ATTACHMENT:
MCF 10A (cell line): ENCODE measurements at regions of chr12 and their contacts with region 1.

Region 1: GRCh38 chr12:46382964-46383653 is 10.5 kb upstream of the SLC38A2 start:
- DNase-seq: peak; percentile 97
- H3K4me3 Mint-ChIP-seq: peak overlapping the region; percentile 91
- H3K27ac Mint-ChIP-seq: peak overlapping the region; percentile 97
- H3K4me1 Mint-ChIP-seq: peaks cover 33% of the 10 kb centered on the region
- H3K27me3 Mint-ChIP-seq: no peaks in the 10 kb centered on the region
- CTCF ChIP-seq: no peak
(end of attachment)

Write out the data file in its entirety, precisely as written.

MCF 10A (cell line): ENCODE measurements at regions of chr12 and their contacts with region 1.

Region 1: GRCh38 chr12:46382964-46383653 is 10.5 kb upstream of the SLC38A2 start:
- DNase-seq: peak; percentile 97
- H3K4me3 Mint-ChIP-seq: peak overlapping the region; percentile 91
- H3K27ac Mint-ChIP-seq: peak overlapping the region; percentile 97
- H3K4me1 Mint-ChIP-seq: peaks cover 33% of the 10 kb centered on the region
- H3K27me3 Mint-ChIP-seq: no peaks in the 10 kb centered on the region
- CTCF ChIP-seq: no peak